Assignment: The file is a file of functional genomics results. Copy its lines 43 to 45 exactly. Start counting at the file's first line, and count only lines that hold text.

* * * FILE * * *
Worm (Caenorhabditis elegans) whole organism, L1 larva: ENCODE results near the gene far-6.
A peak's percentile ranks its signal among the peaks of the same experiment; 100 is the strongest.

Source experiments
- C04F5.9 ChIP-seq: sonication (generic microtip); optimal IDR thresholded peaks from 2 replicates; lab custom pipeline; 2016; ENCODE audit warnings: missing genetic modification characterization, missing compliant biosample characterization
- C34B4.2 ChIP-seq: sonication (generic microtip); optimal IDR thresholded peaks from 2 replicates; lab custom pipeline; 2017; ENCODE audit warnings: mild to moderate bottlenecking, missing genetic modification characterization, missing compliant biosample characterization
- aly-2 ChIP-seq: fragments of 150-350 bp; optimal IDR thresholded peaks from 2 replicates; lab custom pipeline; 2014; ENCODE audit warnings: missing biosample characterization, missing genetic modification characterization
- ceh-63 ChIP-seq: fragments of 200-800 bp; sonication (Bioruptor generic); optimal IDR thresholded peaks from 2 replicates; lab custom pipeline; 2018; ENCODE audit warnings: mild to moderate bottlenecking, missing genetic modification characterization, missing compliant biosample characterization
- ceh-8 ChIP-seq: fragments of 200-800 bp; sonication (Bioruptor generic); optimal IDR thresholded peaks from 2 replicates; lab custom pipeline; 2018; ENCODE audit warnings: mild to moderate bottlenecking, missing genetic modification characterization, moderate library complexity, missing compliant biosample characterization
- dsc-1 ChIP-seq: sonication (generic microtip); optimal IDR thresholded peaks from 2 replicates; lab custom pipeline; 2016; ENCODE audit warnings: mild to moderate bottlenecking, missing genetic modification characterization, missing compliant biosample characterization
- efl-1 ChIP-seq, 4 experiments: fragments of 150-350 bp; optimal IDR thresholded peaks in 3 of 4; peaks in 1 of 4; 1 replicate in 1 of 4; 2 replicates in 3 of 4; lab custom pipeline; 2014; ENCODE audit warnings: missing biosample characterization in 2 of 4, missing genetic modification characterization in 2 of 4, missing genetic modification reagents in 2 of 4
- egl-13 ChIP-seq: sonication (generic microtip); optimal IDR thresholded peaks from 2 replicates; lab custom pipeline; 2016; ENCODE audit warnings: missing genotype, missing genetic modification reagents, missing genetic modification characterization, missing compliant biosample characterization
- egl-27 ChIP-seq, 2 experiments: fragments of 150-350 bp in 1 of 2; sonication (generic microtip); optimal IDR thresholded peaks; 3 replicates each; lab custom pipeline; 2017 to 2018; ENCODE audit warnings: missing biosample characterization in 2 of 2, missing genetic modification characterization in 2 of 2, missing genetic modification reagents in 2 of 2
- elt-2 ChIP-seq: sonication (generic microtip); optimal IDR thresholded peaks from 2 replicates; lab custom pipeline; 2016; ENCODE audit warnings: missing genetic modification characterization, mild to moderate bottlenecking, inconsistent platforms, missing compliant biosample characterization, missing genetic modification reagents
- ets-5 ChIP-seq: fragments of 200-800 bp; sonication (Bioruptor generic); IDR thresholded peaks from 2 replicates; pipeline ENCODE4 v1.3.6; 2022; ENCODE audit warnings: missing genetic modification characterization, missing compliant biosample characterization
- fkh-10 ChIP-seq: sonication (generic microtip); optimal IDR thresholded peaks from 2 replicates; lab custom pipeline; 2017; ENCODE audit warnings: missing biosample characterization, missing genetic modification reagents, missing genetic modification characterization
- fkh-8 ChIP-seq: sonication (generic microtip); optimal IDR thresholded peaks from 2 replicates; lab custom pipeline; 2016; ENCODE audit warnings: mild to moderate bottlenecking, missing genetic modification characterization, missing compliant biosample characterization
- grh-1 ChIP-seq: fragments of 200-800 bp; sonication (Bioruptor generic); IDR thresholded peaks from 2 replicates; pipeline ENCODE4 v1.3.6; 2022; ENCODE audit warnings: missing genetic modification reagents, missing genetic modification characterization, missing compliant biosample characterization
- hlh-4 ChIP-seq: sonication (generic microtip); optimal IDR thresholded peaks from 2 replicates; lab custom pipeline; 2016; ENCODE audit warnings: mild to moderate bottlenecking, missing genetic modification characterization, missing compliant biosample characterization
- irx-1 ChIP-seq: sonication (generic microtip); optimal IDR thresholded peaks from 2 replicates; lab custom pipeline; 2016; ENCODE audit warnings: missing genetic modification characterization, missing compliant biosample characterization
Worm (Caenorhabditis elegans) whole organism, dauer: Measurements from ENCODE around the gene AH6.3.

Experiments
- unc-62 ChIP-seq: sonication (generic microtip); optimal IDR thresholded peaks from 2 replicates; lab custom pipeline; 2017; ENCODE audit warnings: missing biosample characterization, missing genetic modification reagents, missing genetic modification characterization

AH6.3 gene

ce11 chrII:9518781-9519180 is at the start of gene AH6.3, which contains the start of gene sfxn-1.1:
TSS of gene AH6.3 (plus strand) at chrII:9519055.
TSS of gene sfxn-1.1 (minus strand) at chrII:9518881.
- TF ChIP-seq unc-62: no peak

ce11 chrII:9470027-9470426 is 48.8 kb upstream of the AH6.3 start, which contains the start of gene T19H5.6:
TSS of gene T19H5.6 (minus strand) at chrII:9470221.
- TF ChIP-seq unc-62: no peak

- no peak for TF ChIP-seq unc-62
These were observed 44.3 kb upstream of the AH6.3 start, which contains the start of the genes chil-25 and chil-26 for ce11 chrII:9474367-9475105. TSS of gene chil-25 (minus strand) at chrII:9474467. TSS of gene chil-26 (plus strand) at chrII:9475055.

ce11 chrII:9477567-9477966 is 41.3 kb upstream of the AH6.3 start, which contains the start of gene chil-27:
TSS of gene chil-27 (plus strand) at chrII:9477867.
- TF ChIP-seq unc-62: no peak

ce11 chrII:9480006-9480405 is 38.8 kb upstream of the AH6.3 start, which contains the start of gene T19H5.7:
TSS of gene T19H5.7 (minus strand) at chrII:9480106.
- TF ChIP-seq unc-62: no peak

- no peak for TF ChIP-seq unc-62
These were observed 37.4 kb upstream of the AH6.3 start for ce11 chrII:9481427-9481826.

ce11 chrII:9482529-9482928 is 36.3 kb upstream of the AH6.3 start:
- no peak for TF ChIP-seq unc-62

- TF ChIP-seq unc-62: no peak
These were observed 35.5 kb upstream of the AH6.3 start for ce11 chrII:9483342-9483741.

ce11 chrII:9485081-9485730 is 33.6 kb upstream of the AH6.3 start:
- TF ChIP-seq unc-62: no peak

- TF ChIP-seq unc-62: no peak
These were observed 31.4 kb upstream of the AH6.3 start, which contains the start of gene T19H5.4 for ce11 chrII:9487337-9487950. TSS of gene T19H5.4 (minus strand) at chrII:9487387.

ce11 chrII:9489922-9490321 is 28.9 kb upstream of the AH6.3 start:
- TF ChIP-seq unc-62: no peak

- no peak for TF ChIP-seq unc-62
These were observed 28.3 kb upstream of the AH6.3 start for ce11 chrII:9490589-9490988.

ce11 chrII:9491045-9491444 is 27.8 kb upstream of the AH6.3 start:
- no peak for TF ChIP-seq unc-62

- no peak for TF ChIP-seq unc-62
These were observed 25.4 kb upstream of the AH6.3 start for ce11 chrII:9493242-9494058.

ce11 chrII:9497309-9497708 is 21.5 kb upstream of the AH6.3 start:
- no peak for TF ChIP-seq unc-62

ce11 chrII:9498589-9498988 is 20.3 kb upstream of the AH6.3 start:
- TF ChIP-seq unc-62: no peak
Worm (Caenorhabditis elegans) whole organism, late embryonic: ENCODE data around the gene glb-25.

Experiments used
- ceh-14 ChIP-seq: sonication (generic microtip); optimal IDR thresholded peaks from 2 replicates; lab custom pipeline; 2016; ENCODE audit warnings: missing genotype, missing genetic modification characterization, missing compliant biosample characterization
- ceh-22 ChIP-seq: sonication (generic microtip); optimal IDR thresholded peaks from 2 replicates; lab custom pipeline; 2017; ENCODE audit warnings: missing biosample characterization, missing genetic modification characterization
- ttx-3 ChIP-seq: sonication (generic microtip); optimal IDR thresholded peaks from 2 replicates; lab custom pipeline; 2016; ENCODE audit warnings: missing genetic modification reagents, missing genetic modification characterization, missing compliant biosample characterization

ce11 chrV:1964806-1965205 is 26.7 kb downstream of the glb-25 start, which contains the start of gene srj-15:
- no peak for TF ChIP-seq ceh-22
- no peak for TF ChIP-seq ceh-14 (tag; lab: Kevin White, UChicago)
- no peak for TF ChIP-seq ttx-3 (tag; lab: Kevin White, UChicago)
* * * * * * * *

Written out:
- TF ChIP-seq unc-62: no peak
These were observed 35.5 kb upstream of the AH6.3 start for ce11 chrII:9483342-9483741.

ce11 chrII:9485081-9485730 is 33.6 kb upstream of the AH6.3 start: